9 March 2012
The Competition Appeal Court’s ruling on US retail giant Walmart’s $2.4-billion (R16.5-billion) acquisition of local retailer Massmart has been welcomed as balancing the need to project South Africa as investor-friendly while addressing concerns around small business and job creation.
South Africa’s Competition Appeal Court on Friday dismissed an application by the state to overturn the Competition Tribunal’s approval, with conditions, of Walmart’s 51% takeover of Massmart.
The government had asked the court to decide whether public-interest concerns – over the merger’s impact on employment and small businesses – justified more stringent conditions on the deal than those laid down by the Competition Tribunal when it approved the deal in June 2011.
Experts to assess small supplier development programme
Judge Dennis Davis said on Friday that “there was insufficient evidence to conclude that the detrimental effects of the merger would outweigh the clear benefits to consumers”.
At the same time, the court ordered that an expert study be carried out on the R100-million development programme for small and medium suppliers that the Competition Tribunal laid down as a condition for the merger.
According to the ruling, three experts – one appointed by the government, one by organised labour, and one by the two merging retailers – will be given two months to report to the court on ways in which small and medium suppliers can participate in and benefit from Wal-Mart’s global value chain.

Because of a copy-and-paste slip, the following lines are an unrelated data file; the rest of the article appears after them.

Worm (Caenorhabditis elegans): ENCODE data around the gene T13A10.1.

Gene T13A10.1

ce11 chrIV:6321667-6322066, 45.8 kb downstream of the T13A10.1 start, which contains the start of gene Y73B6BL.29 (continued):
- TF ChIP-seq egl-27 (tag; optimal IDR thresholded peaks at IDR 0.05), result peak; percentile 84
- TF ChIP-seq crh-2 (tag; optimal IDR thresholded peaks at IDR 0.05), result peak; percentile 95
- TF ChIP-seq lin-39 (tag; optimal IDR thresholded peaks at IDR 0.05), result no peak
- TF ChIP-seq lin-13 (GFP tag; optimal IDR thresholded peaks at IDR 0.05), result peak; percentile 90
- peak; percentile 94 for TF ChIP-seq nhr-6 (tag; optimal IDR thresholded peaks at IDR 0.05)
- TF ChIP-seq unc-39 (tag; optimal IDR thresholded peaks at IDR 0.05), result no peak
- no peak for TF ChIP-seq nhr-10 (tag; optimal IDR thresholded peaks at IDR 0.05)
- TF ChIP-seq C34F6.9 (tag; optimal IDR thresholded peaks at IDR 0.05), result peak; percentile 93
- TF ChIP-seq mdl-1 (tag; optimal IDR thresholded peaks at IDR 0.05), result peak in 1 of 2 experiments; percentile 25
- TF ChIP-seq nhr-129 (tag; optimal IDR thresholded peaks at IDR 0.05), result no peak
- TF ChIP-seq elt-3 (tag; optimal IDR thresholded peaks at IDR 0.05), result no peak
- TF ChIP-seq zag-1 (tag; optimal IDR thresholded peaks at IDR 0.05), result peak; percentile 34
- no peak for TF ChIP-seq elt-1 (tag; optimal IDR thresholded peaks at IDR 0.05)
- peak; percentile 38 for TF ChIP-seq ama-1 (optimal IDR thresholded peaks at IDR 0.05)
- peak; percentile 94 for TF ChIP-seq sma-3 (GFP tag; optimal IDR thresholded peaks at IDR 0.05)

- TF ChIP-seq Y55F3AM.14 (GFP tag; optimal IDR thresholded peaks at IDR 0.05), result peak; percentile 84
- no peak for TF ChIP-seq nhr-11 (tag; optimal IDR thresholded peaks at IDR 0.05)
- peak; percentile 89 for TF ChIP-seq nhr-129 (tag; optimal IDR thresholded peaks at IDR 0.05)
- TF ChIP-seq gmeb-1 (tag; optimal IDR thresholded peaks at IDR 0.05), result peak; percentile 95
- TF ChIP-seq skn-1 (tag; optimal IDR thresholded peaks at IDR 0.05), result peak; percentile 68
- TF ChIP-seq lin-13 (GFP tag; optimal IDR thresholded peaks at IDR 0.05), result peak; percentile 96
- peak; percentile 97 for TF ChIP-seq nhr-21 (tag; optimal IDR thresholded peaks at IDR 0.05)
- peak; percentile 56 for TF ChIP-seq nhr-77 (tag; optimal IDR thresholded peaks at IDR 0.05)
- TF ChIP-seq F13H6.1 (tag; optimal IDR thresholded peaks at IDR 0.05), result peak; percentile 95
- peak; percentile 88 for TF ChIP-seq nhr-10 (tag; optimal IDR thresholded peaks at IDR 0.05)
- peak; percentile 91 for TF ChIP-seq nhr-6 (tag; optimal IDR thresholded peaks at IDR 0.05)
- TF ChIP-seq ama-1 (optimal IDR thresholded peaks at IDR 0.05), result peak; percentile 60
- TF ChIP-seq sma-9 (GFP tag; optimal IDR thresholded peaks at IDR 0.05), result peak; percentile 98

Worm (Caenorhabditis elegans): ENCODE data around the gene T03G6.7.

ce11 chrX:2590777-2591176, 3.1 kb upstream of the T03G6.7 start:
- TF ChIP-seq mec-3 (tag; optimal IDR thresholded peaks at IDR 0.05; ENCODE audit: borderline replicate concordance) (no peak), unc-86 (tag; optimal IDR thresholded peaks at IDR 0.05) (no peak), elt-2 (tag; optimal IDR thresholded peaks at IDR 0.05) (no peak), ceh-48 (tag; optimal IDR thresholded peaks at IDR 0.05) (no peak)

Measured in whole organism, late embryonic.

Government welcomes court’s solution
Trade and Industry Minister Rob Davies told a press briefing in Cape Town following the court’s verdict that the government welcomed the judgement in that it endorsed issues around employment.
He said the government thought this “a well thought-out process, to come up with a solution in which we participate and find an evidence-based way in dealing with this particular merger in such a way that it ends up with positive inputs.”
Economic Development Minister Ebrahim Patel said the government would still be taking legal advice on the issue, “but on a preliminary reading it does seem to us that we have a forum that is very creatively structured, an innovative forum”.
Regarding the state’s objection to the merger and whether this would send out an anti-investor message, Davies said the government’s concerns were specific to the transaction, and would have been exactly the same had both companies been South African-owned.
“This is not a general statement on our position on foreign investment. We continue to work with foreign investors,” Davies said, adding that it was both incorrect and misleading to say that government departments were negative towards foreign direct investment in the country.
Business Unity South Africa, meanwhile, welcomed the decision as successfully balancing the need to project South Africa as an investor-friendly economy while addressing concerns around job losses and the role of small and medium suppliers.
SAinfo reporter and BuaNews